You have to understand the extreme antisemitism that existed in Poland/Belarus during WWII. (it still largely exists today) The Polish population for the most part was quite happy to see Jews being killed. Prior to Poland and Belarus's annexation into the USSR, there were pogroms, rapes, and brutalization on a very large scale by the locals towards the Jews. Things were actually better for the Jews once the Soviets took over, and hence most of the Jews supported the Soviets. This led to the Polish/Belarussian population hating the Jews even more. In many ways the hatred that the locals had towards the Jews was as strong as the Nazi hatred. There are many accounts of small Polish children, taught to hate by their parents, smiling as trains of Jews were carted off to the death camps, and making a sign as if they are going to chop off their heads. Small children.

There were exceptions to this, and not all the Polish/Belarussians were this bad. However, the majority actually were. The Bielski Brothers knew the only way they would not get these people to rat on them was through fear. I believe they were correct.

So then the question is whether killing the family of a Polish informer is worth saving over a thousand Jews. This involves placing the value of some lives above the value of other lives. Normally, this would be basically an impossibility to do. However, in this instance, the children of the informer, based on the book that I read, fell right into the same camp as the children who wished the Jews dead. They were the sort of children who themselves would inform on Jews to the Nazis if they knew where Jews were. In short, they were heavily brainwashed and hate-filled children. Did they deserve to die for this? No. But would they have led to the death of other Jews if they lived (by informing on where they found Jews hiding)? Very likely. And so in this limited instance, I absolutely do place the lives of innocent Jews who are hiding from Nazis who wish to torture and kill them above the lives of children who are supporting this.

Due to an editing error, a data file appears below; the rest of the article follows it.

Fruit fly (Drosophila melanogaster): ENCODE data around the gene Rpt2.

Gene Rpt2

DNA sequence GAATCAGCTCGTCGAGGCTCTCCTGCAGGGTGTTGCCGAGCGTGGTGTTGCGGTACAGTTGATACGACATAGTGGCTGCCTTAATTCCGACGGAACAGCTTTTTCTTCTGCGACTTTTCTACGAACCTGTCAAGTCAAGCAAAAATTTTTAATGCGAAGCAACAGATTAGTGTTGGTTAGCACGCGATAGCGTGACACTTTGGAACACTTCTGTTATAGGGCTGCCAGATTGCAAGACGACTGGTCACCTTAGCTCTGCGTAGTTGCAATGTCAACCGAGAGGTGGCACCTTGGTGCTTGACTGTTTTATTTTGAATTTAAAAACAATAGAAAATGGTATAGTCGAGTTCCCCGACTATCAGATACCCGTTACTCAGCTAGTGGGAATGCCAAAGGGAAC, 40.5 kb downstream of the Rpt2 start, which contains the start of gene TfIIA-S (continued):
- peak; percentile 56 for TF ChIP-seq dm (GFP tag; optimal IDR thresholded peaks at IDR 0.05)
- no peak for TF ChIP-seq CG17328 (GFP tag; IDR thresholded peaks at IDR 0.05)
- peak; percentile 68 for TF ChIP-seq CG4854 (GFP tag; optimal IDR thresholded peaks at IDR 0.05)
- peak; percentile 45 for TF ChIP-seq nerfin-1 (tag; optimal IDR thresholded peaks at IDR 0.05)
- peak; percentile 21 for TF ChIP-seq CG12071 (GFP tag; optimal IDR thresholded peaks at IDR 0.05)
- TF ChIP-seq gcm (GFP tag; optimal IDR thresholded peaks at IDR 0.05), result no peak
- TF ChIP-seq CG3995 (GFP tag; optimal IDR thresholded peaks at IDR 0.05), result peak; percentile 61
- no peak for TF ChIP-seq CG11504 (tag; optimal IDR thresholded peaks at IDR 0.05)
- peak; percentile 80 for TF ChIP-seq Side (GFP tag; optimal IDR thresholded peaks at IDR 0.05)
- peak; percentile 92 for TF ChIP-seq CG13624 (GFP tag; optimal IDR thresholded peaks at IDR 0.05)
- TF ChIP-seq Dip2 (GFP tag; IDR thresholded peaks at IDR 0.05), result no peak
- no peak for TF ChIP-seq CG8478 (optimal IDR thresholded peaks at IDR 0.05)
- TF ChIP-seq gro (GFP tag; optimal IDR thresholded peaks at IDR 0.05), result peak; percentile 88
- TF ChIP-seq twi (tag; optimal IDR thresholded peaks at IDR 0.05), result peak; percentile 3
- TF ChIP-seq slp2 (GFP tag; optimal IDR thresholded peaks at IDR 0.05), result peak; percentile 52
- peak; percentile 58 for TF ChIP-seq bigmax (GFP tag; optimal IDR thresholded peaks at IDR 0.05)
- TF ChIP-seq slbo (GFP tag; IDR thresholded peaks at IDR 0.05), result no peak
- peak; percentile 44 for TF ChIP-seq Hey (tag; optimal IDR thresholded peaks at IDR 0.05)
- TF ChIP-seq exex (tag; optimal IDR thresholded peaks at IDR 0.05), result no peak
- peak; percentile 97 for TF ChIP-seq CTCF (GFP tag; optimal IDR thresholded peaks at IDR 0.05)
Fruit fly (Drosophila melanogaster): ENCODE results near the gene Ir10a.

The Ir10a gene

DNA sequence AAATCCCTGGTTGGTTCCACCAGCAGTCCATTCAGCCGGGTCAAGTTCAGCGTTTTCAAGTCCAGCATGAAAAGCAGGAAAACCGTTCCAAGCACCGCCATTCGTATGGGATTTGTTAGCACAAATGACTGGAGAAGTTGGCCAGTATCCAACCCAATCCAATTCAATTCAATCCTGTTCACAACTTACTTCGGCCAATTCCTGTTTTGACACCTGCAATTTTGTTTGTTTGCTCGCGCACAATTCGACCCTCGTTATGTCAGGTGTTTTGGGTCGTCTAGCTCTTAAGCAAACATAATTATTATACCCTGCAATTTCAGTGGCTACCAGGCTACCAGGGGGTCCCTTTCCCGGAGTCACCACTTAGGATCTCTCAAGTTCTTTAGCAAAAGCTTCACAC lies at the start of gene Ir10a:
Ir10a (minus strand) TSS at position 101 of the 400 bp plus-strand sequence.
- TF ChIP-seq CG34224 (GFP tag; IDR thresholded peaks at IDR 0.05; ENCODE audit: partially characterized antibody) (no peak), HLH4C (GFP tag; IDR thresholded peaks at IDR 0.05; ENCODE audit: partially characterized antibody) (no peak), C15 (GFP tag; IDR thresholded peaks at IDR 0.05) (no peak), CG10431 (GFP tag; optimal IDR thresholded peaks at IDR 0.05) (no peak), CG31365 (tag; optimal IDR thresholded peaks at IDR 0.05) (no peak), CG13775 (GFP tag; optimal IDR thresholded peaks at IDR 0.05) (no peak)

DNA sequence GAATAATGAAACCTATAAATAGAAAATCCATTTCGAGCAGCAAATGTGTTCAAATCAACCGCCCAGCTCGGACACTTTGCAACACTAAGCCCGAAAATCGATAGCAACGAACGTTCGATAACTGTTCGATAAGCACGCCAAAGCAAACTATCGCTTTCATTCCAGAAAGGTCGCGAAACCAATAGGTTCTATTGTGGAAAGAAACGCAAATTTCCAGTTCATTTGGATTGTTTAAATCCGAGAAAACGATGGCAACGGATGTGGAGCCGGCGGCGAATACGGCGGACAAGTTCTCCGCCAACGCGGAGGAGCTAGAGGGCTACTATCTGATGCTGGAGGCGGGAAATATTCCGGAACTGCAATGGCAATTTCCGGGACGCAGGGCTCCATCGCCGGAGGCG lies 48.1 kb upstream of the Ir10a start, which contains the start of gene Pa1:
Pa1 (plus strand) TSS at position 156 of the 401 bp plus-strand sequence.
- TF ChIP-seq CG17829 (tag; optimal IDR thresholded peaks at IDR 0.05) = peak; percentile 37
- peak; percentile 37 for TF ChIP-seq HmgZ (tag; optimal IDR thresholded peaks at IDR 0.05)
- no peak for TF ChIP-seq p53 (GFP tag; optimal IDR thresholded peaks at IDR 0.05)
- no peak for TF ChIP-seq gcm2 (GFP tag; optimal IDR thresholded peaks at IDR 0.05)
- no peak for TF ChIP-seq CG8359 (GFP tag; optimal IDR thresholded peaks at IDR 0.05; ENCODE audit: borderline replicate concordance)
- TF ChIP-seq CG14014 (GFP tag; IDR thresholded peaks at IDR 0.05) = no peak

Given this limited situation, where the Bielskis absolutely did have to send the message that Jewish blood didn't come cheap...I can understand why they did what they did. This does not mean that it is a good thing that they did what they did. It is certainly sad that this is what happened and this is what they hadd to do.

But the real tragedy lies in the fact that they had no other options and were forced to become killers in order to save over 1200 Jews. War is hell. But sometimes you have to kill to prevent the further taking of life.

Anonymous said...

Ash:

Thanks for responding, your post made me think. I can agree with you that there is religious intolerance all over and every human/religion/group is capable to such horrific actions. (not that the puritians and Roger Smith are reliable sources in my eyes, as they were trying to make their actions--action that were much worse appear better in that 'documentation' and also attempting to legitimize their control over people they considered savages and portrayed them as savages in that writting).